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From the Editors

How to improve social cohesion

Woman holding a phone and a keep cup.

For 16 years now the Scanlon Foundation has been producing an index of social cohesion in Australia. The most recent figures came out last month and they were the worst ever recorded. Since then, cohesion has continued to fray in the wake of October 7 and the ongoing conflict in Gaza.

What’s going wrong? One factor is the ubiquitous technology that primes us for intolerance. Social media rewards strong positions and self-righteous anger. The smartphones in our pockets claim to increase our connections with “friends” but they are optimised for moral grandstanding. It’s making us lonely and miserable.

It doesn’t have to be that way. Real social cohesion comes from the slow and unglamorous work of listening to people carefully, paying them respect and giving them the benefit of the doubt.

It comes from the sort of morally attentive conversation the philosopher Raimond Gaita so generously creates. It also comes from the work of mission-driven organisations like The Conversation. We see the role of the media as creating a better world, not just a more profitable one.

In our case, collaboration is both the means and the ends of everything we do. Our work is made possible by thousands of thoughtful and generous readers who see the value of reliable information, and who care enough to help us provide it.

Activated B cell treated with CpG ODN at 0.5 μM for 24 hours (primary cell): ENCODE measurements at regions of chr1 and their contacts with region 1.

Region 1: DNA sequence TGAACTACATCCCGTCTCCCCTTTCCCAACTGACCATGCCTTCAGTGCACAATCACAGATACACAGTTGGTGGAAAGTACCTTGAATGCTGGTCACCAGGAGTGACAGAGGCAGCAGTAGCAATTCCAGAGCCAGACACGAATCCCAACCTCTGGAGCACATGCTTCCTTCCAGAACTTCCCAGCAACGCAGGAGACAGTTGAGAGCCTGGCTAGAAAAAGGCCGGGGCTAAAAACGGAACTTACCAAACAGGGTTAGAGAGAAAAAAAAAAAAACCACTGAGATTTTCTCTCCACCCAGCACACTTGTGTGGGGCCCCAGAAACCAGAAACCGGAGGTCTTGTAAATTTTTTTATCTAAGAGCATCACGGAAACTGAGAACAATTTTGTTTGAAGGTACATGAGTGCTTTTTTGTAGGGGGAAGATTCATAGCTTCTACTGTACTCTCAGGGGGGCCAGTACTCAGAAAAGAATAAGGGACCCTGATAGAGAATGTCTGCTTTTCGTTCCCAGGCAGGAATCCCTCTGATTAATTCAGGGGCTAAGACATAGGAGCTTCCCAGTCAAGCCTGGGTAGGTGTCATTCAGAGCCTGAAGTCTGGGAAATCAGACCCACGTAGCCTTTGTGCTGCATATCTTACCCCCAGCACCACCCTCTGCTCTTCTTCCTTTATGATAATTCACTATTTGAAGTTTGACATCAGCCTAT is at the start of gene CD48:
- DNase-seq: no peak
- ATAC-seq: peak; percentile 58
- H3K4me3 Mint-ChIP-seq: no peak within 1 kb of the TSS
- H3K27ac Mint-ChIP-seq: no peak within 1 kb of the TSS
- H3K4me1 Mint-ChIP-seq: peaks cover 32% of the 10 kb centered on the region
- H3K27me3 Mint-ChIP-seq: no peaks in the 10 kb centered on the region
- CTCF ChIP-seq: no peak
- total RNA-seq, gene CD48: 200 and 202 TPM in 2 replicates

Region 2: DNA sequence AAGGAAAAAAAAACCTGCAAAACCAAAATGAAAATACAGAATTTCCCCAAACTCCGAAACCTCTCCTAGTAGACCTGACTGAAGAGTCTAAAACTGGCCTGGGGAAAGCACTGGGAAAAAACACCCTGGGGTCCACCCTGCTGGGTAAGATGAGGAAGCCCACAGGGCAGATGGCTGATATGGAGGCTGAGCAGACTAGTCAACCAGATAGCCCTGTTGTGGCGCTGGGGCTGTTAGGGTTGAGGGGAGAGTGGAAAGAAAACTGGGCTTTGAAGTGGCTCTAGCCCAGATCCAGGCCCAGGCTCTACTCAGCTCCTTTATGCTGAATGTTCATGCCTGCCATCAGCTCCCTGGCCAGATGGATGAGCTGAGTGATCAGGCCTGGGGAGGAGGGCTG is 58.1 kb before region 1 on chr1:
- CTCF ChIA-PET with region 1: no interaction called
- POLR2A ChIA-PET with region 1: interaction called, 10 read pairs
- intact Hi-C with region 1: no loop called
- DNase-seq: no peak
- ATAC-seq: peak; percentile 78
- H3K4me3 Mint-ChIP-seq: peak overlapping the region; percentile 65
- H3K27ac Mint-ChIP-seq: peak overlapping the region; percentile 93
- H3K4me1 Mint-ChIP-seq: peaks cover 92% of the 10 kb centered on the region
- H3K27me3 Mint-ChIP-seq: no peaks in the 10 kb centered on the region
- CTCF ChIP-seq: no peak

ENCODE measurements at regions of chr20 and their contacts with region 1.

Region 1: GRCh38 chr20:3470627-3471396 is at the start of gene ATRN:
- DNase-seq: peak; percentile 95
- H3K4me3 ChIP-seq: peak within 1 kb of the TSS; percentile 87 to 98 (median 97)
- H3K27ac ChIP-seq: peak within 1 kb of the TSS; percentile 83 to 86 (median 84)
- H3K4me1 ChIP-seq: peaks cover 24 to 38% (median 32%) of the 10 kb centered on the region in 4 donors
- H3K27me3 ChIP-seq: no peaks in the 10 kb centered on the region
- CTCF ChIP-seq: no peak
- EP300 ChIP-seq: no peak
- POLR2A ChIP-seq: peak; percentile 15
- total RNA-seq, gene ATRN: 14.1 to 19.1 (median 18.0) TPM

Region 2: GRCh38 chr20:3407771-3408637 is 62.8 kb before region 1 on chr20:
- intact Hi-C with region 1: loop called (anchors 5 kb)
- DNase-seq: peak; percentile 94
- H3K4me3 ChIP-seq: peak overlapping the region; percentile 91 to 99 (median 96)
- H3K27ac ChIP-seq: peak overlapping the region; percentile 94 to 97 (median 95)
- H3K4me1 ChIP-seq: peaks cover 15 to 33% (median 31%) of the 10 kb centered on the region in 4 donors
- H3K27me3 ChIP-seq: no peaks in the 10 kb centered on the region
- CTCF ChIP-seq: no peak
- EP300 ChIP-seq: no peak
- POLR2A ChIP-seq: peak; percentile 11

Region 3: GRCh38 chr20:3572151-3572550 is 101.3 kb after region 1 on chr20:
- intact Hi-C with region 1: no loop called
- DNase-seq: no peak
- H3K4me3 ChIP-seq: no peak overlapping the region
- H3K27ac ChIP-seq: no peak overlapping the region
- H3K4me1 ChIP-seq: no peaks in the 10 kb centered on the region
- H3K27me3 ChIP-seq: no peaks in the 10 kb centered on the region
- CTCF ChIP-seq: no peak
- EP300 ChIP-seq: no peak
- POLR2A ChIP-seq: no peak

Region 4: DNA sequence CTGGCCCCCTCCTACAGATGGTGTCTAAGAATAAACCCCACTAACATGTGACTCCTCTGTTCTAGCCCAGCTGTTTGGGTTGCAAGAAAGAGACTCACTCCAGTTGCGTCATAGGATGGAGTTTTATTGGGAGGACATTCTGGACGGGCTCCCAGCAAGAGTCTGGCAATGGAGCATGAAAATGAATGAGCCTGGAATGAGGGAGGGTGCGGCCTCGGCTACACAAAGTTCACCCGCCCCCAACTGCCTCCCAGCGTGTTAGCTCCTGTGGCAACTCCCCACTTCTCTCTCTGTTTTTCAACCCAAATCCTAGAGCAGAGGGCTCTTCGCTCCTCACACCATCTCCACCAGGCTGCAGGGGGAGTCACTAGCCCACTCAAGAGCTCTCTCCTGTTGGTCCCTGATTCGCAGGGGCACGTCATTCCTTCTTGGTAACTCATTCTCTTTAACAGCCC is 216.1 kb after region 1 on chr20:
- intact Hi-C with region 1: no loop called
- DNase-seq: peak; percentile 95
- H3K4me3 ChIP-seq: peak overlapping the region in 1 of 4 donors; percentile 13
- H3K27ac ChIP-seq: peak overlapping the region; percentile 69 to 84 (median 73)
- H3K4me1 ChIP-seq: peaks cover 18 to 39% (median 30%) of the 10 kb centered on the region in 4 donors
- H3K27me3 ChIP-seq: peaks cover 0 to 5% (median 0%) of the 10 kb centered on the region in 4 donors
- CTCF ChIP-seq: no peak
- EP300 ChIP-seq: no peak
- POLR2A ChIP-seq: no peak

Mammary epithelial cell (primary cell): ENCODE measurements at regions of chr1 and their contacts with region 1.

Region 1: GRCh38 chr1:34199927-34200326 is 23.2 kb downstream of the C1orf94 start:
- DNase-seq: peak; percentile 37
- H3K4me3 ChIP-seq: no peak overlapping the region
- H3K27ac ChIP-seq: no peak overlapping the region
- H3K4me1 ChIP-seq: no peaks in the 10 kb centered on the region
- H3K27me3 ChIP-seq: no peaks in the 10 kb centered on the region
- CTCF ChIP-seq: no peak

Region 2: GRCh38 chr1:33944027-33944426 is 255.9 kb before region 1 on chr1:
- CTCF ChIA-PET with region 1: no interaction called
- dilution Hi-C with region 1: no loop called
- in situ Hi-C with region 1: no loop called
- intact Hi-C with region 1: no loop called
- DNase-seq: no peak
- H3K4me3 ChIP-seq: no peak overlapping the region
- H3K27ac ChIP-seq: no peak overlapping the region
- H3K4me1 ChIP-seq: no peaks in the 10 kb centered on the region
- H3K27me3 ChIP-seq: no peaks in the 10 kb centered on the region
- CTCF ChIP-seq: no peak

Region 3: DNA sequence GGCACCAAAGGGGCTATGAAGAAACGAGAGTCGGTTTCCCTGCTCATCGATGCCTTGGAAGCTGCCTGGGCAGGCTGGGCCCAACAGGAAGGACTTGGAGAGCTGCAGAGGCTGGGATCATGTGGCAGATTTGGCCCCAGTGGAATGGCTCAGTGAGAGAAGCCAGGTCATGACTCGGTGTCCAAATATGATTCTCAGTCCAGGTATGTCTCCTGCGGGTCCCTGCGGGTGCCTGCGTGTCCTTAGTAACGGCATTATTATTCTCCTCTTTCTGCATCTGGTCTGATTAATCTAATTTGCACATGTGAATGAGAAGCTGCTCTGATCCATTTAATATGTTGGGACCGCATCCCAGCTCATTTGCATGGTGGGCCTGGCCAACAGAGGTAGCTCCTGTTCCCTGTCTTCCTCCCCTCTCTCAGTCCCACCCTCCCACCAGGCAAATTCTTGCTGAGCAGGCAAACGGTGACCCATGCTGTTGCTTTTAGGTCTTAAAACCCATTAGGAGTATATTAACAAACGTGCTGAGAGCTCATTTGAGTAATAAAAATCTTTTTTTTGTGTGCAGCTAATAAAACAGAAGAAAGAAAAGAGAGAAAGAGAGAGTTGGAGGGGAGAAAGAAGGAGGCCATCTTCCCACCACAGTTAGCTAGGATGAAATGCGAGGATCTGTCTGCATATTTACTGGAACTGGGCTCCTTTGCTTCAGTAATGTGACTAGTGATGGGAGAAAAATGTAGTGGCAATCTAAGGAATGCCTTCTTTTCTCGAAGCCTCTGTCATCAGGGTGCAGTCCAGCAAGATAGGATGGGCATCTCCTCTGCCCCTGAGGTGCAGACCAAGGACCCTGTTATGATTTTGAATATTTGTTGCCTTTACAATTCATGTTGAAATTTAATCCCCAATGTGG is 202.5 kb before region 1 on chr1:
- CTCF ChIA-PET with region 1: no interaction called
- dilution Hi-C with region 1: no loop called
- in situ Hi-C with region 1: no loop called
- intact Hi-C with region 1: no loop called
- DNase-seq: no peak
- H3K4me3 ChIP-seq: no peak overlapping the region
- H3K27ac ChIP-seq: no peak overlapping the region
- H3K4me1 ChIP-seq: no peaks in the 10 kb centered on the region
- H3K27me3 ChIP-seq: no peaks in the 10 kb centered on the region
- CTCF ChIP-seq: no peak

My deepest thanks to every academic who gave up something else important to write an article for The Conversation. Sincere thanks also to our passionate and attentive readers, our university partners and philanthropic funders who work so hard to make a positive difference.

Thanks also to the volunteer board members and my colleagues, a team of professionals in editorial, administration and technology, who are smart, passionate, humble and fun.

A very special thanks to the 800 people who became monthly donors in December and the thousands more who supported us throughout the year. If you haven’t donated yet in 2023 and would like to, you still can.

Finally, from everyone here at The Conversation, we wish you a socially cohesive Christmas full of friends, family, reading, reflection and affection.

I’m looking forward to working with you again in 2024 to fight the worst impulses of social media and hopefully play a small part in getting those Scanlon Foundation social cohesion numbers moving in the right direction.

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